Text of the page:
That’s obviously crazy, of course. Just as crazy as the idea that Copp and Goodman deliberately made a terrible Knight Rider revival as part of a masterplan to ruin the reputation and legacy of their arch-nemesis Glen Larson, or that Russel T. Davies secretly hated Doctor Who and that he’d only convinced the BBC to give him the project so that he could burn through the Doctor’s remaining lives thus rendering it completely impossible for anyone to ever bring the show back again (and also turn our children gay or something), and in any case it didn’t work, since the final episodes of both series aired the same night. All the same, it’s probably fair to say that making two shows at the same time was a lot of work, and Mancuso probably did not divide his attention equally between them: his A-game was already spoken for.
Years ago, I coined something I call the Law of Fandom Jackassery, which roughly states that the average jackassery of a fandom is a Gaussian function of its obscurity. That is to say, large fanbases tend to represent the assholishness of the general populace, and very small fanbases tend to be fairly pleasant because the Vr.5 appreciation society is like just these three guys and they stopped hanging out with the one who’s a giant dick, but right in the middle, back where Doctor Who was around the turn of the century, you’re too big to kick the bastards out, but small enough that… you’re mostly weirdos.
This law… Does not apply to War of the Worlds fans. At least, not the original generation (The ones I met when I got involved in fandom in the late ’90s were all perfectly nice people). Catherine Disher, who joined the cast this season as Mana, one of the lead aliens, received hate mail and death threats due to her involvement in the retooled show, to the point that she doesn’t even like to talk about the show today. Which is a double shame, because, frankly, she really shouldn’t have been cast to begin with. This isn’t a dig on her skills as an actress. But, not entirely unlike what happened with Jessica Steen in Captain Power, casting her as a sadistic inhuman psychopath is just a radical misuse of her acting abilities. She’s far better known for her role a few years later in Forever Knight, where a major aspect of the character she plays is to be the major representative for humanity in the abstract. There are only a couple of moments in the season when she’s allowed to show a more “human” side, where her acting skills really shine, but it’s all hamstrung by the fact that it grates against her default characterization as Alien Josef Mengele. They even seem to realize their mistake at the very end and try to make her a sympathetic character in the final episode, hoping the audience will forget that she’s been murdering people and calling for genocide without a trace of regret all season. Disher was their first choice for the role of Suzanne last season, and it would have suited her far better.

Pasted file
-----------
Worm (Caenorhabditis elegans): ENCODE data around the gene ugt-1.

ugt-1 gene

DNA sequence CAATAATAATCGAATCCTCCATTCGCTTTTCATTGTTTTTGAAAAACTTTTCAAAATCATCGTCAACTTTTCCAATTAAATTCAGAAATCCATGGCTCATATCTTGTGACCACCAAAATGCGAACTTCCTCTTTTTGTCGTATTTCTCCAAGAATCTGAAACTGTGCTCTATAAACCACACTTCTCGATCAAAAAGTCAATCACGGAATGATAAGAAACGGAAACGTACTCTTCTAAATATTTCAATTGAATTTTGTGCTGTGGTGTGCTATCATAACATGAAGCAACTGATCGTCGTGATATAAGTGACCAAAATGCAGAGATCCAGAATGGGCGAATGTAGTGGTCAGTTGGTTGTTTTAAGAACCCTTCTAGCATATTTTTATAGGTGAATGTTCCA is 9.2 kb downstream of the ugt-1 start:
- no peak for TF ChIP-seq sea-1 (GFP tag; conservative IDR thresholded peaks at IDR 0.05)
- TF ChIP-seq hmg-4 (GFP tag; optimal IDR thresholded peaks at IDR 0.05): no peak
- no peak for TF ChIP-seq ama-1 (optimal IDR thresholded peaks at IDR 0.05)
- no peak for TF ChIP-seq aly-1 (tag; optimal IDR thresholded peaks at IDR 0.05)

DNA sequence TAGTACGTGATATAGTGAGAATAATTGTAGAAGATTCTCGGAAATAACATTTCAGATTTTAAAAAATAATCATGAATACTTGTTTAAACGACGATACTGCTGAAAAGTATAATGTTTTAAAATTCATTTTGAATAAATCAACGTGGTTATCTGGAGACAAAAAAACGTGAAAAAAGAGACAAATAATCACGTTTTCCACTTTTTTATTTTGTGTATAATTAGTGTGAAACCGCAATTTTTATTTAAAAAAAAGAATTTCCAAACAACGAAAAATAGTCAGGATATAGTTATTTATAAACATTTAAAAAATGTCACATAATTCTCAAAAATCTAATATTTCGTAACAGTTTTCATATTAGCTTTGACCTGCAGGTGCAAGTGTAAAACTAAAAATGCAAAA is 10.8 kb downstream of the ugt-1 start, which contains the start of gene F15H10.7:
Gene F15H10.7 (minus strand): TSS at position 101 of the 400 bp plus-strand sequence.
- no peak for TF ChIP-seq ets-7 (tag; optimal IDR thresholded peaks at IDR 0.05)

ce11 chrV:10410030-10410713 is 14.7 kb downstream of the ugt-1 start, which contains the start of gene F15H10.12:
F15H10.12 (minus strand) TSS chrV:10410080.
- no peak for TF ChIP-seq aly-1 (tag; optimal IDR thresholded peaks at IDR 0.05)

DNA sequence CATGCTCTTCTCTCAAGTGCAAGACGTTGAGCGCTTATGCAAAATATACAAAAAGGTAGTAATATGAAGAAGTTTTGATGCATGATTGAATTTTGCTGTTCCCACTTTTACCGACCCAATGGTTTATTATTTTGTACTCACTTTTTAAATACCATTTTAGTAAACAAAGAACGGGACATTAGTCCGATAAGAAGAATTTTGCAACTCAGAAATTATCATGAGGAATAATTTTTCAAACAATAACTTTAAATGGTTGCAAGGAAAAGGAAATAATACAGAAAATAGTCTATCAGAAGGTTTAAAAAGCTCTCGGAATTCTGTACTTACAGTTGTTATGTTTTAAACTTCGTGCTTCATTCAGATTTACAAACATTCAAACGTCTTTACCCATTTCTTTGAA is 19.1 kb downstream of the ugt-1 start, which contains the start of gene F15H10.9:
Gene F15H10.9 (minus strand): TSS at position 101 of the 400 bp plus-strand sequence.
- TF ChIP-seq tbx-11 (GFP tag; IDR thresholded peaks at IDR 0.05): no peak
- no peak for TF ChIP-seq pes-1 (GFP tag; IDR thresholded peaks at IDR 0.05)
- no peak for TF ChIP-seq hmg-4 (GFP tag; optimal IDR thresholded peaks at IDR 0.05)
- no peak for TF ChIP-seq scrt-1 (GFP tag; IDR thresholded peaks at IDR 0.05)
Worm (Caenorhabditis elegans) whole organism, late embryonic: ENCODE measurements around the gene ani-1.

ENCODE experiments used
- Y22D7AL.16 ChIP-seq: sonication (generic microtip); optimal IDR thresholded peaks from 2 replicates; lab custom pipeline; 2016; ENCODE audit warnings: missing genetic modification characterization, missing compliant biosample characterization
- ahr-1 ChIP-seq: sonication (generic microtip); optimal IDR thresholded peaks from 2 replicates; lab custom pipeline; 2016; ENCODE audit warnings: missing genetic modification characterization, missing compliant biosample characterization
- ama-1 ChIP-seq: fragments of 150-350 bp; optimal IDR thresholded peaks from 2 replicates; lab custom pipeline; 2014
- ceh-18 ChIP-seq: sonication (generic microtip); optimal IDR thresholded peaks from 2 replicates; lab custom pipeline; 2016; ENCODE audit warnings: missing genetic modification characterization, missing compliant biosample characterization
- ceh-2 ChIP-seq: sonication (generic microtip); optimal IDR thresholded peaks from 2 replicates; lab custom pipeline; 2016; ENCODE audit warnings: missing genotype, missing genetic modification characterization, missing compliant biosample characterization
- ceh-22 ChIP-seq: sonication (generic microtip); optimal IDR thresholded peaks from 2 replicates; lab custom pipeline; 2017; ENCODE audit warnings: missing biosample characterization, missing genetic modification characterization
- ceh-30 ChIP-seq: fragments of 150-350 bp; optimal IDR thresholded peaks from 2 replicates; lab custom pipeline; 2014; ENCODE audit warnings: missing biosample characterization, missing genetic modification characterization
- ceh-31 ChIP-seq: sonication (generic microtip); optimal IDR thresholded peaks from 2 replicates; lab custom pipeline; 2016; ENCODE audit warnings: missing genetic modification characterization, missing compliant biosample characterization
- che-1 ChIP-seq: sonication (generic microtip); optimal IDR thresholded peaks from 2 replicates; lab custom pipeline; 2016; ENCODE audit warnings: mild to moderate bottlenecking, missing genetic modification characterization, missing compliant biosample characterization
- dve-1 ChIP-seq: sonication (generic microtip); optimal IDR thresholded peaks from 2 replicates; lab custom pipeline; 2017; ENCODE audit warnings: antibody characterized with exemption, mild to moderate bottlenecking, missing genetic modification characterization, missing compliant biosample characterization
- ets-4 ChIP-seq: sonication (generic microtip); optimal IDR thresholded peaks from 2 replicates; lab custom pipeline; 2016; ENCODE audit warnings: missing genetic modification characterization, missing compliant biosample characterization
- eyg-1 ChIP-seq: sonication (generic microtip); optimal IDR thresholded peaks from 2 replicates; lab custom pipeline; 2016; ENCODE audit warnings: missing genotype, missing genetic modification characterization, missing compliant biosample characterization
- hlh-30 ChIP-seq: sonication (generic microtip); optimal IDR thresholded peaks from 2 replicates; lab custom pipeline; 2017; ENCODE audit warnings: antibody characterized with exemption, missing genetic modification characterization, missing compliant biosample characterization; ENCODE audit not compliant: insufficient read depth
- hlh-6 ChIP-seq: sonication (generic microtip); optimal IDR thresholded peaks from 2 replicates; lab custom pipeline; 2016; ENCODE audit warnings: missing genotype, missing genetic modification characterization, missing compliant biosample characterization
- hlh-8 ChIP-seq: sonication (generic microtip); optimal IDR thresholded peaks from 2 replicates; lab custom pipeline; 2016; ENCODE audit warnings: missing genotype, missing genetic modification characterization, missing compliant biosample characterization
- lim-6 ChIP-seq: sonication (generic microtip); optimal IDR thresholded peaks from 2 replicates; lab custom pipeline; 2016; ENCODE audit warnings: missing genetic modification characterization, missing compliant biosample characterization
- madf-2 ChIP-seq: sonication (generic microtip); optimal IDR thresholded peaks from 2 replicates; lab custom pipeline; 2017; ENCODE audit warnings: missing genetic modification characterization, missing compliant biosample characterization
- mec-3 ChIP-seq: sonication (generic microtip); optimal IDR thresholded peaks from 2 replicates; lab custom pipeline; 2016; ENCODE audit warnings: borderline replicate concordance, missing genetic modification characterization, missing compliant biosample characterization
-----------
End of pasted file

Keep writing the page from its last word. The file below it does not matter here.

Also joining the cast this season as the rest of the alien leadership are Malzor, played by Denis Forest, and Ardix, played by Julian Richings. But the really impressive pick-up this season is Adrian Paul — I told you to remember him, didn’t I? This is his first leading TV role, two years before Highlander the Series gained him his geek cred. He plays John Kincaid, a former black ops soldier who replaces Ironhorse.
Yeah, that. Richard Chavez and Philip Akin are out this season. Mancuso’s reasons aren’t entirely without merit. He felt that the shift in premise, with our heroes eking out an existence disowned by the government, living rough in an urban dystopia, didn’t work for the characters of Ironhorse and Norton. The straight-laced Ironhorse didn’t slot well into the more rogueish role that the new structure required. And there were practical reasons that the wheelchair-using Norton would be a difficult character to sell in this world. Now, I know there are people who accuse Mancuso of writing Norton out because, “No one wants to see a handicapped person in an action show,” but I’ve never found any sources attributing to him any sentiment harsher than that they just didn’t think there’d be anything for the character to do now that computer analyses weren’t going to be a big part of the story (ironically, season 2 would go on to include two episodes that revolve heavily around computers, but never mind that).